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Michelle Alexander's Keynote Speech from the 2017 International Drug Policy Reform Conference - YouTube
[20:15] "We're all primed to value and prefer those ho seem like us though the preferences hues have themselves re remarkably greater. No doubt due to centuries of brainwashing that have led them to actually believe often unconsciously, that they are in fact superior. Marc Mauer in his book "Race to Incarcerate" cites data that the most punitive nations in the world are the most diverse. The nations with the most compassionate or most lenient criminal justice policies are the most homogeneous. We like to say that diversity is our strength, but it may actually be our Achilles heel. Researchers have reached similar conclusions in the public welfare context. The democarcies that have the most generous social welfare programs, universal health care, cheap or free college, generous maternity leave, are generally homogeneous. Socialist countries like Sweden and Norway are overwhelmingly white. But when those nations feel threatened by immigration, by so-called foreigners, public support for social welfare beings to erode, often quite sharply. It seems that it's an aspect of human nature to be tempted to be more punitive and less generous to those we view as others. And so in a nation like the United States, where we're just a fe generations away from slavery and Jim Crow. Where inequality is skyrocketing due to global capitalism, and where demographic changes due to immigration are creating a nation where no racial group is the majority, the central question we must face is whether We, the People, are capable of overcoming our basic instinct to respond more harshly more punitively with less care and concern with people we view as different. Can we evolve? Can we evolve morally and spiritually? Can we learn to care for each other across lines of race, class, gender, and sexuality? Clearly these questions are pressing in the age of Trump.

[via: "Michelle Alexander asks the most fundamental question: Can we learn to care for each other across lines of difference?"
https://twitter.com/justicedems/status/934478995038572544 ]

[See also: "Michelle Alexander: I Am 'Endorsing The Political Revolution' (Extended Interview) | All In | MSNBC"
https://www.youtube.com/watch?v=tFHNzlx24QM ]
michellealexander  2017  drugs  waroondrugs  race  racism  bias  diversity  homogeneity  heterogeneity  policy  welfare  socialsafetnet  healthcare  education  maternityleave  socialism  sweden  norway  humans  criminaljustice  socialelfare  compassion  incarceration  donaldtrump  immigration  xenophobia  othering  democracy  jimcrow  thenewjimcrow  us  politics  humannature  demographics  inequality  class  classism  sexuality  gender  sexism  marcmauer  berniesanders  hillaryclinton  revolution  change  billclinton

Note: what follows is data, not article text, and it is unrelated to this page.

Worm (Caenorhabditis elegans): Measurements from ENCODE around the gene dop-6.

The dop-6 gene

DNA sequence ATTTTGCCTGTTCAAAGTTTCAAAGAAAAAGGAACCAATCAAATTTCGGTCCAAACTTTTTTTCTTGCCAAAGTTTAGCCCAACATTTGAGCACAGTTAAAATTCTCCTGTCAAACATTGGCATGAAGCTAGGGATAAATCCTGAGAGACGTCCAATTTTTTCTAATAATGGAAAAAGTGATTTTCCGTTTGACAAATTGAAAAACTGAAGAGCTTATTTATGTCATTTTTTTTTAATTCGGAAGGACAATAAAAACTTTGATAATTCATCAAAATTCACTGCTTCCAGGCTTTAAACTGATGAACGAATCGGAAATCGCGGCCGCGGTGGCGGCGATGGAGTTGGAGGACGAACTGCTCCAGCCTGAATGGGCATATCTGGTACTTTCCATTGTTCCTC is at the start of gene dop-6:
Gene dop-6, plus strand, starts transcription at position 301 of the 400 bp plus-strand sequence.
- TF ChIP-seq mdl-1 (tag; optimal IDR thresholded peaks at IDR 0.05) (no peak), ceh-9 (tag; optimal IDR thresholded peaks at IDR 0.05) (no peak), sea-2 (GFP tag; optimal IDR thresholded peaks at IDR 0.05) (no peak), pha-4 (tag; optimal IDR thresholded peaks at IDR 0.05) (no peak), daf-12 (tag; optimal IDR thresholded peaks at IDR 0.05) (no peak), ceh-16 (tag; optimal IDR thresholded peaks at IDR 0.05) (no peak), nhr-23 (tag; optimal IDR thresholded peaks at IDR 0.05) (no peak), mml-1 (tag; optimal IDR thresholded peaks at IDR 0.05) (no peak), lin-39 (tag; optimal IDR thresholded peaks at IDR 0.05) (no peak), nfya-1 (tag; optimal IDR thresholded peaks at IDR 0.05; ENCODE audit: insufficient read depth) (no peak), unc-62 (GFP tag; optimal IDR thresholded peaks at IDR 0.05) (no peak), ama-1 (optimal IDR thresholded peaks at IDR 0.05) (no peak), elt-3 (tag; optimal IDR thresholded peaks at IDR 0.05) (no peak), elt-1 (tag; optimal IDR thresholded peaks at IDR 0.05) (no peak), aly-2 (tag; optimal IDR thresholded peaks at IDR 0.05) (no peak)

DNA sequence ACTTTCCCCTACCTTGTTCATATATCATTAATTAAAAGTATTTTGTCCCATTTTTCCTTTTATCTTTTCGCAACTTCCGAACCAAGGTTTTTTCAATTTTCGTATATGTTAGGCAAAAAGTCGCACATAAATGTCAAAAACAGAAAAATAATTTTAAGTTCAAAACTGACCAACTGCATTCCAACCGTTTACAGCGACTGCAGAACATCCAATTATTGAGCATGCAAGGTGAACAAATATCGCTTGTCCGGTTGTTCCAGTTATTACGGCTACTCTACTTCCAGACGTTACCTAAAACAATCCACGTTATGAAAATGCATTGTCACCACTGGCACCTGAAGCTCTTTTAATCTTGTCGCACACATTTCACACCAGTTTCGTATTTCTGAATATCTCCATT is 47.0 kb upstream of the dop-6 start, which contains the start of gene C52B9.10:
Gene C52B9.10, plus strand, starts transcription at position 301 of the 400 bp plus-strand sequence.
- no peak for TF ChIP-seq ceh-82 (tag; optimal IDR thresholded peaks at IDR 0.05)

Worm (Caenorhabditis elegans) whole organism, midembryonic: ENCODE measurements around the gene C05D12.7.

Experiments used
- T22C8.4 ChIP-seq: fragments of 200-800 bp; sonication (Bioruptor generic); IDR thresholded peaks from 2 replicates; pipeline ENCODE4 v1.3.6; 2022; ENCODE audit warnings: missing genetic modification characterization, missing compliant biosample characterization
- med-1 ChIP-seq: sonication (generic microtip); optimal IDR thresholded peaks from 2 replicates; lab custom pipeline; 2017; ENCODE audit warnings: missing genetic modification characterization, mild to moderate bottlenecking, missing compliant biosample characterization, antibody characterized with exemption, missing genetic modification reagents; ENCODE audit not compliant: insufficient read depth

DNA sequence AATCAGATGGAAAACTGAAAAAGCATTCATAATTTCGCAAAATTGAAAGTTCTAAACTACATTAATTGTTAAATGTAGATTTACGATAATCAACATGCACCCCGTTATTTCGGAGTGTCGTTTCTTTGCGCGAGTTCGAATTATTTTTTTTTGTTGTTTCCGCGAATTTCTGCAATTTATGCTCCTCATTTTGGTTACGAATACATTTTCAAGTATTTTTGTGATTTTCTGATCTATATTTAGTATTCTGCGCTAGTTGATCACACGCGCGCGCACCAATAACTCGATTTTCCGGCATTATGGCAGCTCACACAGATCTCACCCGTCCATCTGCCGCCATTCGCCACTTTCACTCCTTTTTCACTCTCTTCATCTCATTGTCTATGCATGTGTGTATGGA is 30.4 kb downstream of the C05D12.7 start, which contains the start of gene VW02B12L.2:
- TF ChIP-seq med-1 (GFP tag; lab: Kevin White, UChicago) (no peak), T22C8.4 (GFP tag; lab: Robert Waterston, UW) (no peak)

november 2017 by robertogreco
The “parenting happiness gap” is real, new research confirms — Quartz
"It’s an almost immutable fact: Regardless of what country you live in, and what stage of life you might be at, having kids makes you significantly less happy compared to people who don’t have kids. It’s called the parenting happiness gap.

New research to be published in the American Journal of Sociology shows that American parents are especially miserable on this front, posting the largest gap (13%) in a group of 22 developed countries.

But the research also shows that it doesn’t have to be this way. Every other country had smaller gaps, and some, including Russia, France, Finland, Sweden, Norway, Spain, Hungary, and Portugal, actually showed happiness gains for parents.

The researchers, led by Jennifer Glass at the University of Texas, looked at what impact policies such as paid sick and vacation leave and subsidized child care have on closing that gap. It was 100%.

“As social scientists we rarely completely explain anything, but in this case we completely explain the parental happiness gap,” said Glass. In countries with the strongest family-friendly policy packages, “the parental deficit in happiness was completely eliminated, accomplished by raising parent’s happiness rather than lowering nonparents’ happiness,” the authors wrote.

It’s not just one policy, like paid parental leave, that makes the difference. It’s the magic of a package of policies spanning over a lifetime, that allow people to care for children, support them financially, and even enjoy them every once in awhile on a holiday.